An Oscar for Ed Harris, Already?
Since nobody else in GoldDerby's pundit poll predicted a supporting Oscar nom for Ed Harris in Peter Weir's The Way Back (nor do Jeff Wells' Oscar Balloon nor Anne Thompson's Oscar Predicts Chart, though Kristopher Tapley ranks him the third-likeliest winner and Sasha Stone says it seems "destined"), let me explain.
My take: After four prior Oscar noms and no wins, Harris is overdue. So is six-time nominee Weir, who got Harrison Ford his sole Oscar nom (Witness). Harris and Weir are gold-standard filmmaking heroes who arguably never pulled off anything more heroic than this globe-spanning, $29 million, David-Lean-on-Benzedrine epic, a Great Escape from Stalin's Gulag. Harris has a gruff rep for what one journo called Steve McQueen's "mansmanship," only with infinite discipline and a brain behind those blue searchlight eyes. Somebody has to be avid to vote for movies with a brain.
Old-school, ice cool, Harris already has an Oscarish nimbus. "When someone's had a lot of nominations," says Weir, "I've heard people say, 'You've won one.' He could just say, 'Yeah!' But an individual shouldn't win because it's their turn. It should be for the work in their film." Miserable work, Harris and Weir recall. When they were setting up the wind-machine sandstorm scene, an actual sandstorm hit. "For 20 minutes the cars rocked, with a scarf across your mouth," says Weir. "Cold, hot, sand -- it felt like we were tryin' to survive," says Harris. "Closer to what these folks actually experienced [fleeing Siberia through Mongolia and the Himalayas on foot]."
Everest-sized obstacles do loom in The Way Back's trek to Kodak Theatre. Its narrative wanders (unavoidably). Influential kvetches have told me the 133-minute flick is too long, yet seems like it's missing a reel in the Himalayan part -- no doubt because it's cheaper to film in Siberia-like Bulgaria and Gobi-like Morocco than anyplace resembling K2. Oscar likes tales of personal triumph, but this is about maybe too many triumphs. Star power is intense but intermittent, with shortish performances by Colin Farrell, Mark Strong, Saoirse Ronan, and young hottie Jim Sturgess, the likeliest best actor push.
But onscreen, Harris' focus helps provide a storyline spine. And talk about a supporting actor! On set, Weir says Harris was a leader, "in character for weeks and weeks , more than usually taciturn, off on his own doing things." "Just focusing," says Harris, "making fishing line outta threads of my coat, or a bone needle. This walk wasn't party time. It was 4,000 miles." "The younger actors looked to him," says Weir. Harris' MacGyver survivalism inspired costar Dragos Bucur to build an umbrella out of bones. "They figured maybe I knew something, I dunno," says Harris. "They were kind enough to respect me."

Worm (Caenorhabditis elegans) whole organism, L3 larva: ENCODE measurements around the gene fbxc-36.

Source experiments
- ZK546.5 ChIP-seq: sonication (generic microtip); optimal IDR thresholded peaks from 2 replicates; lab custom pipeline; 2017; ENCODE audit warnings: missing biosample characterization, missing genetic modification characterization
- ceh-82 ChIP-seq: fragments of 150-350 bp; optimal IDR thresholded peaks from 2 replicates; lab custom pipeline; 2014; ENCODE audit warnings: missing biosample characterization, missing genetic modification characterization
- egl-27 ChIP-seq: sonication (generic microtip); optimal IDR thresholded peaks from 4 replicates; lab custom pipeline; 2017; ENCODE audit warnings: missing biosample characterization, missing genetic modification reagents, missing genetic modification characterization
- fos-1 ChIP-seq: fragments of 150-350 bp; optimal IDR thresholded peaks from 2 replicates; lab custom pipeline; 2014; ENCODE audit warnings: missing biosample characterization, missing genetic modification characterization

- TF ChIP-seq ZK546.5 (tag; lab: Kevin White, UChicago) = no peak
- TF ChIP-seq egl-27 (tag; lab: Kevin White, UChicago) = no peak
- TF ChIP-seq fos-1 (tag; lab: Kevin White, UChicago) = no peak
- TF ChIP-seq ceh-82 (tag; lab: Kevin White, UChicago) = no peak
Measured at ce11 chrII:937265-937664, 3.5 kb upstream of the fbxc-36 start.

So does Hollywood -- but enough for an Oscar? "It's a crap shoot," says Harris. If he wins, what will he say? "Probably 'Thank you,' and walk off." Will he take the Oscar to bed, like Halle Berry in 2002, or wander Beverly Hills in revery until cops stop and make him prove he didn't steal it, like Frank Sinatra in 1954? "No, I wouldn't think so. I might put it on a bar and have a beer."
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Scott, whose THR coverage appears both in print and online, is one of the film industry's most experienced and trusted awards analysts, and possesses one of the strongest track records at forecasting the Oscars. His best showings came in 2006 and 2013, when he called 21 of 24 winners; he was also the only pundit to project long-shot best picture nominations for The Reader (2008), The Blind Side (2009) and Extremely Loud and Incredibly Close (2011). An alumnus of Brandeis University, he previously ran "The Feinberg Files" blog for the Los Angeles Times. He is now a voting member of both the Broadcast Film Critics Association and the Broadcast Television Journalists Association, and is writing a book about film history for young people for which he has interviewed more than 350 high-profile Hollywood figures.
Gregg contributes awards news, features online, and "The Race" column in print.
Tim contributes awards news and features, both in print and online.